Dogs are widely used to assess the absorption of drugs. However, the drug absorption profiles differ quite considerably from those in humans, and this is a particular problem when attempting to obtain useful data for either sparingly water-soluble drugs or sustained release preparations.
The anatomy and dimensions of the upper gastrointestinal tract of dogs and humans are essentially similar. The volume of the stomach is 1-1.6 L in man and about 1 L in dogs. The length of the duodenum is 25 cm in both species and the jejunum is 185-250 cm in dogs and 300 cm in man. The diameter of the small intestine is 2-2.5 cm in dogs and 3-4 cm in man. The ileum and colon are substantially shorter in dogs than man.
During fasting, intragastric pH in man varies between 1.3-1.8, but the corresponding pH in the dog is between 0.8 and 8. Kuna103 reported that 77% of 403 dogs had a fasting pH of 6 or above. Sometimes the resting gastric pH is indistinguishable from the duodenal pH. The rate of acid secretion is much lower in dogs, being 0.1 mEqh-1 compared to 2-5 mEqh- 1 in man.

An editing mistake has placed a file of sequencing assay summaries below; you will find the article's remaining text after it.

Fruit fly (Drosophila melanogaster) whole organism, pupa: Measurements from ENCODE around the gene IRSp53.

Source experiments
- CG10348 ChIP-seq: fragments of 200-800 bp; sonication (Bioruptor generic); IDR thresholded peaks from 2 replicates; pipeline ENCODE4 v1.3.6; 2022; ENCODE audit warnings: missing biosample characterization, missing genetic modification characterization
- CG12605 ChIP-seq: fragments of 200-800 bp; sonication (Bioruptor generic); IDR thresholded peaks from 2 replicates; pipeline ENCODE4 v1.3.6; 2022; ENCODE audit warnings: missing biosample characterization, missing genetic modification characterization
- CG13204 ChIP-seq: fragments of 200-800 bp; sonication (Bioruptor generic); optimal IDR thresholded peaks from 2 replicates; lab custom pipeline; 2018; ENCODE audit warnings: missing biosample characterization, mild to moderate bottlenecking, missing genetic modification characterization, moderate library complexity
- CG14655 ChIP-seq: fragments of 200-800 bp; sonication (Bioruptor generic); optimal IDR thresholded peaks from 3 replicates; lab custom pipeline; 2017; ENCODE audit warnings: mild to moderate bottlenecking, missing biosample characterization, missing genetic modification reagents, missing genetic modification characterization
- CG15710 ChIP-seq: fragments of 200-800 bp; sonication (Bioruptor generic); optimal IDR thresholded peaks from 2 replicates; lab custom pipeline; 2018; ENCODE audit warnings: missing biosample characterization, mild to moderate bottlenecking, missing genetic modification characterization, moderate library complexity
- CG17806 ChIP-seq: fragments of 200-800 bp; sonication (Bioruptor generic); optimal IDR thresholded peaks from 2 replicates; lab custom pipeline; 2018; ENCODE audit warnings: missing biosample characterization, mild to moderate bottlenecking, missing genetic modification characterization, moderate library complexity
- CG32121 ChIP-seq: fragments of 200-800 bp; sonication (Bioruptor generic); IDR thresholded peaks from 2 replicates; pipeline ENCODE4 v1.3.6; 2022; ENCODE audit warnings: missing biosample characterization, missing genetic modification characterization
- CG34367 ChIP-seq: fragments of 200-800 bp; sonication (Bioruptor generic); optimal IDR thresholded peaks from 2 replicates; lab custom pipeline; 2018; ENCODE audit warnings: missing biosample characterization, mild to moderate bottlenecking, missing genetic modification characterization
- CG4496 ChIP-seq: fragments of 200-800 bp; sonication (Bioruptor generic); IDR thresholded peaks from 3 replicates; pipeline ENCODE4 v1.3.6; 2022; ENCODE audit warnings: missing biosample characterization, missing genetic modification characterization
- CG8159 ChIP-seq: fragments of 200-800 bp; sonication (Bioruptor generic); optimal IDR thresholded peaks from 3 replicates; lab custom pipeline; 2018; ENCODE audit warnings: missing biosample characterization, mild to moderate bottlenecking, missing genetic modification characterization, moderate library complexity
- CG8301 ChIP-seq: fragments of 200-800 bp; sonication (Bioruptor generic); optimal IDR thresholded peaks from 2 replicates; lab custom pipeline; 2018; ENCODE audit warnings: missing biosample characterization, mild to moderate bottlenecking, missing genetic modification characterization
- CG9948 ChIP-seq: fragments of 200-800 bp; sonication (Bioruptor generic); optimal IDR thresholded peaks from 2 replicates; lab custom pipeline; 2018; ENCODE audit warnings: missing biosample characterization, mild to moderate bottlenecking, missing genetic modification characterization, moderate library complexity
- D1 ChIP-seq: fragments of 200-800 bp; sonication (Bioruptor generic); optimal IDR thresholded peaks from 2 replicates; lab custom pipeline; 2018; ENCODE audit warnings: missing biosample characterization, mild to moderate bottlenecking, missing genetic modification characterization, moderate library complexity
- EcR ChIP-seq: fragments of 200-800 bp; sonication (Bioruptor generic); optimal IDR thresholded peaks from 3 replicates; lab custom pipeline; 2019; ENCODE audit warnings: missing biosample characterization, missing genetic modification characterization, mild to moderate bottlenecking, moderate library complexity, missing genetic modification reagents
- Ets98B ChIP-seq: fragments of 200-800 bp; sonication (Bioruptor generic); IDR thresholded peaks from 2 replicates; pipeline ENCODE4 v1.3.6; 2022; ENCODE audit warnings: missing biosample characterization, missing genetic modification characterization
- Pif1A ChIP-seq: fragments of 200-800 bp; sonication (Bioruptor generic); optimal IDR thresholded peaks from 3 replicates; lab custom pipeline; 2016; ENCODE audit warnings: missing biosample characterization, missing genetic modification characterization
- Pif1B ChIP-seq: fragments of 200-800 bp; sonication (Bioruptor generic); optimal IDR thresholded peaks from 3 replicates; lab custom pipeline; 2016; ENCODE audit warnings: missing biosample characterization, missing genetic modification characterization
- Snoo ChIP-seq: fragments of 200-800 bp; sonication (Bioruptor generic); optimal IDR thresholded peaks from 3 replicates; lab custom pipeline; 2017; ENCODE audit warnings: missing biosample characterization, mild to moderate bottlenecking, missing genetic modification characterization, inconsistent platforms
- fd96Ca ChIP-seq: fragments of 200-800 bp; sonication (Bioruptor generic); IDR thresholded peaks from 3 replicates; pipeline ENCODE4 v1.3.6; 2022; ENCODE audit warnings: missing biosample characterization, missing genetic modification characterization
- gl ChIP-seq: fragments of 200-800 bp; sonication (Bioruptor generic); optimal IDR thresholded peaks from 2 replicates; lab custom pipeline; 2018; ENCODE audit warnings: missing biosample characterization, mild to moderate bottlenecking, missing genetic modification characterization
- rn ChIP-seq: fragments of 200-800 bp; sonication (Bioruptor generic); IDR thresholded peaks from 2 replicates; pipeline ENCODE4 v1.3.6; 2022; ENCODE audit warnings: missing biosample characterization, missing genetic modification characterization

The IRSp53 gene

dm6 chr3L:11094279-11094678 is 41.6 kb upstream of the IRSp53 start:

It is also thought that dogs have a faster total gastrointestinal transit time than man, and hence bioavailability is generally underestimated. However, in dogs, a normal meal can induce a fed pattern for approximately 12 to 14 hours, but in humans this usually only lasts for between 3 to 4 hours. Rigidity is an important factor in the retention of dosage forms. In dogs, rigid rings with a diameter of 3.6 cm are well retained in the stomach for 24 hours, whilst pellets and strings demonstrated rapid emptying105. In dogs pellets tend to empty from the stomach entrapped in plugs of mucus106. Dogs have a delayed onset of MMC compared to man107 108.
Pigs are also not a good model for the gastrointestinal transit of large non-disintegrating capsules. One study demonstrated a gastric residence time of 5 days for an enteric coated non-disintegrating magnesium hydroxide caplet (1.5 g ml density, 19.6x9.5 mm, 1.2 g weight)109. As a result of these differences, studies of oral dose forms in animals must be interpreted with caution, particularly if the operation of the formulation depends on its detailed behaviour in the gastrointestinal tract.
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